Lou Reed’s abysmal, 10 minute rock opera “Street Hassle” was first unleashed unto the public in 1978, on the album of the same name. Reed, who is typically captured in photographs in his shadowy dark clothes and hardened facial expressions, is often looked at by many as a true mythical being in the music world. The Long Island native and his friend John Cale are greatly responsible for the major transformation of the lo-fi rock and the punk movement in the late 70s and 80s. The Velvet Underground, nor their frontman, have never received their due credit in the rock and roll pantheon, but their presence and unconventional approach to music has lasting effects even seen today.
A steady theme throughout Reed’s career has been his portrayal of the so-called lowlifes and scum of America, and “Street Hassle” is the strongest representation of that. Once the haunting introduction music subsides somewhat, Reed introduces us to Waltzing Maltida, a woman looking to engage the services of a male prostitute. Despite the intensely gritty and realistic portrait that Reed paints of the surrounding street atmosphere, the two embark on a passionate love affair, showing that true love can exist even in chaos and even more telling, in strange terms.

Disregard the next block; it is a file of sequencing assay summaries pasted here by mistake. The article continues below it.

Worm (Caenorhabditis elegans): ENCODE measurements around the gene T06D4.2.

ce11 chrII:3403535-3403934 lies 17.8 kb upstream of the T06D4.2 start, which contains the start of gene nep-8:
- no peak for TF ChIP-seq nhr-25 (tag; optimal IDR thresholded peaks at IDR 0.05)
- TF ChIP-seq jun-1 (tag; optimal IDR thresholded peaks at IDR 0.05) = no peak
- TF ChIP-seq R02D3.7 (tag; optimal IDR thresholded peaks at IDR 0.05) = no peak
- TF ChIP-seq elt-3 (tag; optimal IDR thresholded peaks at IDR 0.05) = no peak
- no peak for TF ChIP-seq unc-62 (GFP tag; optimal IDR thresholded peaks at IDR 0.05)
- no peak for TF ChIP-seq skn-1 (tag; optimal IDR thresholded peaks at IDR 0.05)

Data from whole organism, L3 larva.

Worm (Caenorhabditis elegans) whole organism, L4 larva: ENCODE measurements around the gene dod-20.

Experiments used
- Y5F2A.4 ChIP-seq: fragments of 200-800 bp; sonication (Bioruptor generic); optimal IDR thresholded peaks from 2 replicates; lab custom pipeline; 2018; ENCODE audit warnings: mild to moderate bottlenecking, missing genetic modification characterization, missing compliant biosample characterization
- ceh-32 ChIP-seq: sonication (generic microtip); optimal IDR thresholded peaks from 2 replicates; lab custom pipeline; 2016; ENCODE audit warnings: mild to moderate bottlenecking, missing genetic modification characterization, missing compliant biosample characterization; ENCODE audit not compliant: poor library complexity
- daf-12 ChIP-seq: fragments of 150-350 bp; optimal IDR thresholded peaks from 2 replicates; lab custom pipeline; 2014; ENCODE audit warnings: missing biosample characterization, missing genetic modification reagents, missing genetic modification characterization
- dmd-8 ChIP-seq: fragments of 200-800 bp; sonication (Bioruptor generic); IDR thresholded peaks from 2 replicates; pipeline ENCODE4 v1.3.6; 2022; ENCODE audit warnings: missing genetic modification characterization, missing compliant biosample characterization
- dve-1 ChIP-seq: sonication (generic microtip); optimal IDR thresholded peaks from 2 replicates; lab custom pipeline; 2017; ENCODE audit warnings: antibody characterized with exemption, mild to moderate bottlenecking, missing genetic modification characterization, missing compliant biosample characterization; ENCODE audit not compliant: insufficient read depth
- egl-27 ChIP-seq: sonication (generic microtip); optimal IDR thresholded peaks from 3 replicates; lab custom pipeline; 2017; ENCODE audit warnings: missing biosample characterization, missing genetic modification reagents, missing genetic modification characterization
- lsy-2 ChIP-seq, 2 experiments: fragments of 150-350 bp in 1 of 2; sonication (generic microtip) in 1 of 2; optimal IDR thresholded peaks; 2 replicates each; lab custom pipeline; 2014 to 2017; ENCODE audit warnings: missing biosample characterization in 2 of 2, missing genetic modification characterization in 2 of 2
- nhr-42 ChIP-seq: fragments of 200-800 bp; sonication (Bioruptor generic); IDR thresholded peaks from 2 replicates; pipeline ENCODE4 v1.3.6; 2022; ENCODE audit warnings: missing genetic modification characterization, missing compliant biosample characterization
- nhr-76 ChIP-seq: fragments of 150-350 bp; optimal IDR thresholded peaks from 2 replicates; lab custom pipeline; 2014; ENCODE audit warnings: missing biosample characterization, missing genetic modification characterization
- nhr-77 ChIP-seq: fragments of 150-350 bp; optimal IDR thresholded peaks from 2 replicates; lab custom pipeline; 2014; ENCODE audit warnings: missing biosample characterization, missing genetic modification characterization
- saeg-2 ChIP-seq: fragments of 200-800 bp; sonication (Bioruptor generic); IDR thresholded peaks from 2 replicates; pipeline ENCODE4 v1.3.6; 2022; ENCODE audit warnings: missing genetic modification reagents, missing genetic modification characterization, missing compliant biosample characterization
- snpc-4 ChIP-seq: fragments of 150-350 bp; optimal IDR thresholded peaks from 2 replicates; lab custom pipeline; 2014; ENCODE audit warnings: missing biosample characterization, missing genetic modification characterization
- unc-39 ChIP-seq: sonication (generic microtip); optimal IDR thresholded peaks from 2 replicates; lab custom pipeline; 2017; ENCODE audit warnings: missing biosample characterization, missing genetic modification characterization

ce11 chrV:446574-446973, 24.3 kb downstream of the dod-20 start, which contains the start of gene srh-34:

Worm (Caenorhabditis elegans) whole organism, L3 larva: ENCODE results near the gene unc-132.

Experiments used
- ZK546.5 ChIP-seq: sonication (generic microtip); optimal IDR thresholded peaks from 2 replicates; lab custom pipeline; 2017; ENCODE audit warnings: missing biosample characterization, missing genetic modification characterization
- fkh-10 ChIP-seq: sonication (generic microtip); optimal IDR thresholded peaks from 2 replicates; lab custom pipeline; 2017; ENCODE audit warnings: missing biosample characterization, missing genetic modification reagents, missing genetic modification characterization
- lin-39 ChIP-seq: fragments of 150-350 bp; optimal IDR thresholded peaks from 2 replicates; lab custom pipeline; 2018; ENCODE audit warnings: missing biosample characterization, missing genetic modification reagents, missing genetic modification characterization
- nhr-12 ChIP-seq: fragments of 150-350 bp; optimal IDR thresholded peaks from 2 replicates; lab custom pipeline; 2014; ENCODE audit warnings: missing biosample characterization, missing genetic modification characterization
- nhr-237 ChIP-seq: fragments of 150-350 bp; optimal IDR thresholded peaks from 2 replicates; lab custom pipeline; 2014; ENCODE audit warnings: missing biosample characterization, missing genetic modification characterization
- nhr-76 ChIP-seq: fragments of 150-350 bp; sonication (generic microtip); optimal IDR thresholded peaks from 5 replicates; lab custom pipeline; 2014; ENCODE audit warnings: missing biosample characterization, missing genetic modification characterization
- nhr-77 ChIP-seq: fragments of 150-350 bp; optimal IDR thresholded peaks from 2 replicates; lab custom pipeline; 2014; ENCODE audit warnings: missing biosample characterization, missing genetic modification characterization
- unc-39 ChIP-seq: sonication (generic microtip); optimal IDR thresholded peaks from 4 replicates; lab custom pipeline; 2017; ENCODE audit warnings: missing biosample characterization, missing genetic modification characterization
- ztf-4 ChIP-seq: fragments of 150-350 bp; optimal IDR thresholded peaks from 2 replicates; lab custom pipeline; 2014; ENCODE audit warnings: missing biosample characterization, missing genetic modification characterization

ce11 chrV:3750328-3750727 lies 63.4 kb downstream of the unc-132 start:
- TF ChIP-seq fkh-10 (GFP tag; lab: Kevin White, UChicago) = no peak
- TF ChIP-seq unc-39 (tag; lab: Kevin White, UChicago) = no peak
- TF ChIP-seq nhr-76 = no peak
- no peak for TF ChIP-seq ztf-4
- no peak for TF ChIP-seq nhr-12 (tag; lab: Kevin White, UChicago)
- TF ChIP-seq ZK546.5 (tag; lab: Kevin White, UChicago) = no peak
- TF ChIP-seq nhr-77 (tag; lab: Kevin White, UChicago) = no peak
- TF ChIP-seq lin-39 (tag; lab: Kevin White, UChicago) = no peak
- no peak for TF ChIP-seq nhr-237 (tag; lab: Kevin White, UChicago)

After a simultaneously dark and stunning instrumental sequence, part two begins with the infamous line, “hey that cunts not breathing, I think she’s had too much.” And as you may have already guessed, takes an even deeper dive into eerie territory. Here Reed, in a roundabout way, gives some short philosophical statements regarding the everyday trials and tribulations of street life.
The truly remarkable aspect to this song is that it gives one the unmistakable feeling of listening to a short story put to music. The characters referenced in the song aren’t really people Reed is describing, but instead vignettes of overall concepts he wishes to impart onto the listener. Although these character concepts are distinct, they also maintain a peculiar everyman quality when one considers the situations they are involved in without the scenery attached. Without preaching, Reed manages to capture a myriad of subjects, such love, loss, death, and the metaphorical image of the street, which consists of an entire life of its own.